An enduring history

The popularity of ancient grains can be linked to numerous benefits including its nutritious nature but also its role to play as a climate resilient crop. Editor Caitlin Gittins showcases the value of ancient grains.

The bakery industry continues to move forward and develop at speed as it looks for solutions to resolve issues such as the rising costs of raw materials and ingredients and supply chain disruption, exploring avenues such as upcycling ingredients to minimise food waste and profit loss, including the upcycling of brewer’s spent grain for baked goods (which you can read in more depth in our Cookies feature), while offering variety for the consumer. Ancient grains are one climate-resilient crop that are nutritious, delicious and present a shining example of where ingredients steeped in history endure. Although they possess their own challenges in producing and formulating with flour made from ancient grains, bakeries that bake with ancient grains are able to offer a range of nutritious loaves that tap into a trend of health-consciousness. 

Ancient grains is a term used to refer to a category of grains which can be traced back millennia, as the earliest cultivated crops. Einkorn, emmer, spelt and Khorasan are cited as the earliest examples, but amaranth, barley and buckwheat are also included. Some of this flour are gluten-free varieties and boast a dense nutrients list. Because ancient grains haven’t been refined, they tend to be higher in protein, minerals and healthy fats. Some claim that ancient grains have been levelled as a marketing claim designed to attract consumers, but the Whole Grains Council defines ancient grains as grains that have remained unchanged over the last few hundred years.  

Part of the appeal of ancient grains rests in how unchanged they are; whereas modern varieties of grains have been selectively cultivated and bred over decades. Because of this, this means these ancient grains are grown and cultivated with lower levels of fertilisers, pesticides and other chemicals. An Ardent Mills survey from last year demonstrated that the nutritional value of ancient grains draw interested consumers in, however there is fundamentally a lack of understanding as to what ancient grains means. 96% of consumers can identify wheat as a grain, according to the survey, but only 17% accurately identified chickpea as a kind of grain. 63% of respondents surveyed indicate that they would definitely buy ancient grains as an ingredient – for example, bread made from ancient grain flour.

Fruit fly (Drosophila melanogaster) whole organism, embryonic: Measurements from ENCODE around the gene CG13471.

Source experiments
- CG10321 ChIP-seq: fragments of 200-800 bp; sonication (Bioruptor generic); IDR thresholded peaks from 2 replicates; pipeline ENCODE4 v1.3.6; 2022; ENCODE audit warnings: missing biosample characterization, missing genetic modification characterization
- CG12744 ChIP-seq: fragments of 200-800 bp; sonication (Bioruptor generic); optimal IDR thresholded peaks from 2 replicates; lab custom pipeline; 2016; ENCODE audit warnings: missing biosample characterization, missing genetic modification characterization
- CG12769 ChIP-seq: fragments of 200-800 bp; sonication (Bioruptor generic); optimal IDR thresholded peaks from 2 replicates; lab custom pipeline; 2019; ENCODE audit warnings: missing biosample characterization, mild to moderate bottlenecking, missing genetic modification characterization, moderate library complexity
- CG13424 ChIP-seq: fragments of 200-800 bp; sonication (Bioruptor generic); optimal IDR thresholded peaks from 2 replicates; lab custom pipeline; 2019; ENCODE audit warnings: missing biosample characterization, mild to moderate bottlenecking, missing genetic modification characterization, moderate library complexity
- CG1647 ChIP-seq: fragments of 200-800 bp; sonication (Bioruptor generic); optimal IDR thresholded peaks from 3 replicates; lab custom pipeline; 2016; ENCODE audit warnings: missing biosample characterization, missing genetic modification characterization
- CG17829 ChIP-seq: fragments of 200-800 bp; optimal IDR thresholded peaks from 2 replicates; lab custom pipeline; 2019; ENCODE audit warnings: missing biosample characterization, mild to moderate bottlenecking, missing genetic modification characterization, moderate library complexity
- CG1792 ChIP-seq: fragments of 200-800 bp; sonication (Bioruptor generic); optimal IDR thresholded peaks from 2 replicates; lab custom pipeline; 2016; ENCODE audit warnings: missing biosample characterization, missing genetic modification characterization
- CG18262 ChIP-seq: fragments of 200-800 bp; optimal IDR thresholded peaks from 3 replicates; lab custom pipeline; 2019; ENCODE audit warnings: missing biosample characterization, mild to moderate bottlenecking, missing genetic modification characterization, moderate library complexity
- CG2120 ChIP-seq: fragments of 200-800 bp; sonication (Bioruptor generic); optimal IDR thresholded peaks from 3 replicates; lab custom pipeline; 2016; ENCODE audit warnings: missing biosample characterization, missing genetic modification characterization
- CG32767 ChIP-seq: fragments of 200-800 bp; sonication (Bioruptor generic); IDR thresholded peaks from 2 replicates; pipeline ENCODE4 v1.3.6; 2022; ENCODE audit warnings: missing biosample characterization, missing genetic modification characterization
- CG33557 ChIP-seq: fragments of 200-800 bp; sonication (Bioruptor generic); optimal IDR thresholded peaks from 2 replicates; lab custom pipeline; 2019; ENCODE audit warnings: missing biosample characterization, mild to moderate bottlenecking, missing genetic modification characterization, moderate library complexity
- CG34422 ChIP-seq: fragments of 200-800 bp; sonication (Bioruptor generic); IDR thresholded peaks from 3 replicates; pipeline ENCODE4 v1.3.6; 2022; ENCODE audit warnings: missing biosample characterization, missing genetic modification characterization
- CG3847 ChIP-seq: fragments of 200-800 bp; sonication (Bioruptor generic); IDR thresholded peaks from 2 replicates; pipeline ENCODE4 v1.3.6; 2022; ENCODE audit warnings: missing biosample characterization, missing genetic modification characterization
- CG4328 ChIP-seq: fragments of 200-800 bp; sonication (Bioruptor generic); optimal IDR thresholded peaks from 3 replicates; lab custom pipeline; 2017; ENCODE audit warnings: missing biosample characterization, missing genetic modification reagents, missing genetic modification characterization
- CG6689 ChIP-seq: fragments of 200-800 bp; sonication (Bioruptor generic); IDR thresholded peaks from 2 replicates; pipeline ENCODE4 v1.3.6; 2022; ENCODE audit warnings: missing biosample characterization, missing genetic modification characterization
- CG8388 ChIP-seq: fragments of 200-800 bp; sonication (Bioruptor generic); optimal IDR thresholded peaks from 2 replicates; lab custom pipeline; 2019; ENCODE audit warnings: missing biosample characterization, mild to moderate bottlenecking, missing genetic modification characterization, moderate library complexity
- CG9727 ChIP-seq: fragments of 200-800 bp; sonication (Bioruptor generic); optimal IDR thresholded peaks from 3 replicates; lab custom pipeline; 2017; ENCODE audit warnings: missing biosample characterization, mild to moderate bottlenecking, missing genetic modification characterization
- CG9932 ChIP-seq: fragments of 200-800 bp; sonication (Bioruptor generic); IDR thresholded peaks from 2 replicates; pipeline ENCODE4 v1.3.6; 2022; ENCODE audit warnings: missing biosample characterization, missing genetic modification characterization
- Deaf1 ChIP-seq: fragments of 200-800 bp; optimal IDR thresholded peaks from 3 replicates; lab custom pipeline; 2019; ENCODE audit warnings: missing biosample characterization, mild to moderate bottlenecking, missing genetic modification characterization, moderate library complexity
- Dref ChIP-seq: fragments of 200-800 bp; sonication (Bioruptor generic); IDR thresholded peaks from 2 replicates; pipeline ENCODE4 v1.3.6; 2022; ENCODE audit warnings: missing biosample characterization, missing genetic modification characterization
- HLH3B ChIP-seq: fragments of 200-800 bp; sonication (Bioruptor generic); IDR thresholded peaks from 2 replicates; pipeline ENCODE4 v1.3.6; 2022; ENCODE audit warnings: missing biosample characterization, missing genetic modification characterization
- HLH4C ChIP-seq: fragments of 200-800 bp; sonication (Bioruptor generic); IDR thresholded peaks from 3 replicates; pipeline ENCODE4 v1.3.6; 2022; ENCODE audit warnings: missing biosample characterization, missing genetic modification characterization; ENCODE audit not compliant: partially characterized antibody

Extensive research undertaken by different researchers has sought to investigate the role ancient grain cultivation can play as a climate-resilient crop, one more resistant to longer periods of hotter, dryer weather. We’ve already witnessed what climate change can do to growing wheat for flour, as droughts observed in 2018 and 2022 led to stress on different kinds of wheat, and ultimately lower yields. Not only does it affect how much wheat is harvested, which has a kind of domino effect on the flour milled and the flour made available to bakeries – but some bakeries have observed that the wheat that goes into the flour they use is shrivelled

Read the full feature in our free to download magazine.

Never miss a story… Follow us on:
LinkedIn International Bakery
Twitter logo @int_bakery
Facebook @Bakeryint

Media contact

Caitlin Gittins
Editor, International Bakery
Tel: +44 (0) 1622 823 920

Subscribe to our newsletter

Don't miss new updates on your email
Scroll to Top